Jade Cargill: “I’m somewhat a perfectionist”

Mar 25, 2022 - by James Walsh

TBS champion Jade Cargill recently appeared on the Complex’s Unsanctioned show to discuss a wide range of topics, including the advice Bryan Danielson gives her after matches, and how she’s been taking acting classes to improve her confidence. Highlights from the interview are below.

How Danielson asks her if she had fun in her match, then tells her to review her matches the next day:

So after my matches, I was just so frustrated if something went wrong, because I’m somewhat a perfectionist and I work so hard so I want everybody out there to see how much I’ve grown and how hard I’ve worked. So if something doesn’t go correct, whether it’s me, my opponent, something in the match that’s just uncontrollable, the time is cut, whatever it is, I used to come back and just beat myself up for it. I used to just like, ‘Aw man, something just went wrong. Now everybody’s gonna bring it on me.’ It could not be my fault at all, but because the position I’m in right now, it’s automatically gonna be pointed at me. Also, because I am so green, people are gonna automatically think it’s me. So, we [Jade & Bryan Danielson] had this talk when he was just telling me like… after a match, because every time after a match, he’s like, ‘Hey, how did it go? Did you have fun?’ And that’s all he cares about. He’s like, ‘Did you have fun? Don’t worry about the match right now, it’s happened. Digest it. If you had fun, soak that in and then tomorrow, go over it in your head and watch it but don’t beat yourself up because you have another match to focus on right now,’ and I started living like that, because I would go back, beat myself up, ‘What’s next? Can I do this better?’ And I wanted to have fun. Initially, I wasn’t having fun. I was just so focused on getting it right, rather than having fun and then all of a sudden when he said that, it started clicking. Like I was starting to have fun. It’s just like living in the moment. I was just living in the moment and listening to the crowd, hearing them say my name, hearing them boo, whatever, even though I need more people to boo me so boo for me guys but, I feel it, I feel it. I’m just starting to have so much fun so, one of the things he told me is just, you know, ‘Don’t stress yourself out. Have fun, because you’re gonna look at this 20 years from now and think to yourself that all that — you’re not gonna think the same thing you’re thinking of like beating yourself up. You’re gonna think happy times and when you had fun in these matches and like, people are gonna ask you, hey, what was the best match you ever had? Or who was your best opponent? Who was the easiest to work? That’s what’s important. It’s about the memories you make on the journey.’ It’s all a journey, it’s all a journey and I used to always — this is off-topic but I used to always stay in my room after shows and matches. I would really just go right into my room, unwind and just decompress and you know, I hear all these Hall of Famers and these previous wrestlers, they talk about all these great, fond memories that they had with other wrestlers and I wasn’t doing that, I wasn’t mingling, I wasn’t doing any of that so I wanted to come home and relax and I started doing more of that because I wanted to create a journey and I wanna be able to look at my co-workers 30 years from now, ‘Hey, you remember that time you did that?’ That’s what makes the journey what it is. It makes it fun, this all should be fun. All the hate and all this stuff, you already get enough of that. At least make it fun while you’re doing it and why you love coming to work and why you hate leaving. So, that’s the best advice he’s given me and I’ve really thought of that ever since he told me.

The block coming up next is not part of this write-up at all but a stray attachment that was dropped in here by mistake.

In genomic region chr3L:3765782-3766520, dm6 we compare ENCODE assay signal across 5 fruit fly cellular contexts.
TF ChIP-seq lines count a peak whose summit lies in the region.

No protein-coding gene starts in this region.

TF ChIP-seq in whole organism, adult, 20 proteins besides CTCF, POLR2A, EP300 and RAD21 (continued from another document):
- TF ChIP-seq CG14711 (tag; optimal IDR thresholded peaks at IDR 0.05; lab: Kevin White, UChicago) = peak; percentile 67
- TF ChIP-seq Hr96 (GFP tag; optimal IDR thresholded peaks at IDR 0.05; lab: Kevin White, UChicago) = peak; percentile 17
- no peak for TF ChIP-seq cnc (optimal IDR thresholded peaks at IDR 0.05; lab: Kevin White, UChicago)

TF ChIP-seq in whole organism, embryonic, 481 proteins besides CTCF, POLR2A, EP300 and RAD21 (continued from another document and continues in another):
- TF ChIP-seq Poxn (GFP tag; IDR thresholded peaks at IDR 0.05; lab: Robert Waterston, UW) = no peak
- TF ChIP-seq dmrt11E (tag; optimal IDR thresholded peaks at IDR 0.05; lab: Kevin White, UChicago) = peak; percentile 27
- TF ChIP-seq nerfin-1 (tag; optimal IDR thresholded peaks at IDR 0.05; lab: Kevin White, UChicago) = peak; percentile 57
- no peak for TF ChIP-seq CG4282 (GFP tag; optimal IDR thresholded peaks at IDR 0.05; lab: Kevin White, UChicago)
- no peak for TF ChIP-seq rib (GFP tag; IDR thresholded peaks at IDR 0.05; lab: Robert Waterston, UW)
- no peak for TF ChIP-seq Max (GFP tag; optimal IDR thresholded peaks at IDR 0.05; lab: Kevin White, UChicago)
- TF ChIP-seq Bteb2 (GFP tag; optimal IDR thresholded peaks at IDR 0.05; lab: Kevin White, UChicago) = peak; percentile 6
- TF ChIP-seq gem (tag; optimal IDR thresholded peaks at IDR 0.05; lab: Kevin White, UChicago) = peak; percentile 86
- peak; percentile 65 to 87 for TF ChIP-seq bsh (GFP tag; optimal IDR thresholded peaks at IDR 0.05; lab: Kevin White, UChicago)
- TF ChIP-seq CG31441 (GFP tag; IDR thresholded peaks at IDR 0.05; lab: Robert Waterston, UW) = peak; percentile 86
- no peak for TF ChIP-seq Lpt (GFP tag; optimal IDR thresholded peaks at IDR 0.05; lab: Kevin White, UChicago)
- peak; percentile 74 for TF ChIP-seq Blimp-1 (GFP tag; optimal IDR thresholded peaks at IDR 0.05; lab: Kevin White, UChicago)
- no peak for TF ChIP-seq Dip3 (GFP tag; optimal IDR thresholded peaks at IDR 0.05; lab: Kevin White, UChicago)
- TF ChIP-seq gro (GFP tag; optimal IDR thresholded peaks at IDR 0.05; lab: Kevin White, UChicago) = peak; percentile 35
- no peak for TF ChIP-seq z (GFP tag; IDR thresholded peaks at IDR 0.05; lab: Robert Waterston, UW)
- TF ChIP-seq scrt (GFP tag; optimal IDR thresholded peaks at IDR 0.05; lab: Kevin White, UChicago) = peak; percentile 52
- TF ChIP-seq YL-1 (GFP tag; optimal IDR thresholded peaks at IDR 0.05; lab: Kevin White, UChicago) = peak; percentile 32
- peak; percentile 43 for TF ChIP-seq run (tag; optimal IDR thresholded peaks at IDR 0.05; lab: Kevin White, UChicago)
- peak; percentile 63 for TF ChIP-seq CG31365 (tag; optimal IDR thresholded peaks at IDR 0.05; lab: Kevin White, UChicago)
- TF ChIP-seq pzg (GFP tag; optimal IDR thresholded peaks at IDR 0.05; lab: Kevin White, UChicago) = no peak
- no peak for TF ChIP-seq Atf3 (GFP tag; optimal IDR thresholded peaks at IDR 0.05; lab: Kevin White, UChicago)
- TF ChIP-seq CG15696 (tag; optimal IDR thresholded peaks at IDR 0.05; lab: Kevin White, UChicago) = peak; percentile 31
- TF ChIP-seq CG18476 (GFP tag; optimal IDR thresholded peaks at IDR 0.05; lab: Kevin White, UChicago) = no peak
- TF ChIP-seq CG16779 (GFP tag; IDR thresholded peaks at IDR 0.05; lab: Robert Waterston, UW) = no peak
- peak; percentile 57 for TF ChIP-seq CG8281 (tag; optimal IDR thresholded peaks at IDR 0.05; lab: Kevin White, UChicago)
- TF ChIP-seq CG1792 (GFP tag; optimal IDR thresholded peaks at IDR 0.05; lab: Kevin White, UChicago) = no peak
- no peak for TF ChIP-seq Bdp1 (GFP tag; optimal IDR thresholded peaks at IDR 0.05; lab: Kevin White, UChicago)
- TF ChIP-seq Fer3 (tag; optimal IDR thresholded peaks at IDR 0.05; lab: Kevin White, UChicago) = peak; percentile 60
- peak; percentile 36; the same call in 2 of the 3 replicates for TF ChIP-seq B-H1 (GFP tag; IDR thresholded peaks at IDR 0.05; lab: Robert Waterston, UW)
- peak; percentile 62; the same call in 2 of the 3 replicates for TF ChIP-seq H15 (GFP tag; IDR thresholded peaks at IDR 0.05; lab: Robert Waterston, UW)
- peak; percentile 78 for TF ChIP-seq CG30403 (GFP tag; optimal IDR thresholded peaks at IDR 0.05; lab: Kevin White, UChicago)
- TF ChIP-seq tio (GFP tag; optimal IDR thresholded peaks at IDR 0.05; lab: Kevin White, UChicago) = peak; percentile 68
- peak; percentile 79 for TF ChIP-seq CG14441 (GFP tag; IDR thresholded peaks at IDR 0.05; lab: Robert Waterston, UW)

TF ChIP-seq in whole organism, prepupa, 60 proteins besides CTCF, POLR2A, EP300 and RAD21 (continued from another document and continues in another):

How she takes acting classes to improve her confidence, which she needs for interacting with her co-worker:

Confidence, it’s [acting classes] helping my confidence when it comes to being in front of the camera doing a promo because, it’s like, it’s just — I’ve taken promo — not promo classes but I’ve taken speech classes, I’ve done all that. I’ve done press conferences, I wanted to be a lobbyist which is me just talking to people all the time. But when you have a camera, it’s Mark [Sterling] and I, there’s a camera being pointed at you with like ten people behind you, then at that instant, let’s just say you’re backstage and there are like 40 talents just walking around, going to other wrestlers and somebody tells them, producers, ‘Hey everybody! Shut up! We’re about to film.’ That’s kind of nerve racking. Like because then everybody stops and then stares and these are your co-workers who have been doing this for more years, some of your co-workers have done this longer than you’ve been on this world. So that can be very nerve racking. For me in wrestling, I don’t get nervous, I don’t get nervous being out there at all, especially in front of — the more fans, the merrier, I love it. When I’m in front of my co-workers, that’s different, because they know what to look for, what not to look for, it’s a whole different formula. But, it’s helped tremendously because it’s helped me focus and I go to improv, I’ve done solo classes or private classes, I’ve done that and it’s just helped me tremendously to just block everything out and to just focus and to just take everything in and not just say the words but have people feel it or whatever I’m trying to get over because when MJF cuts his promos, you feel his promos. Regardless of if you love him, hate him, feel indifferent, you feel his promos. But that’s endless experience that he’s been doing this for so long. So, it’s helped me a lot of ways guys.

Leave a Reply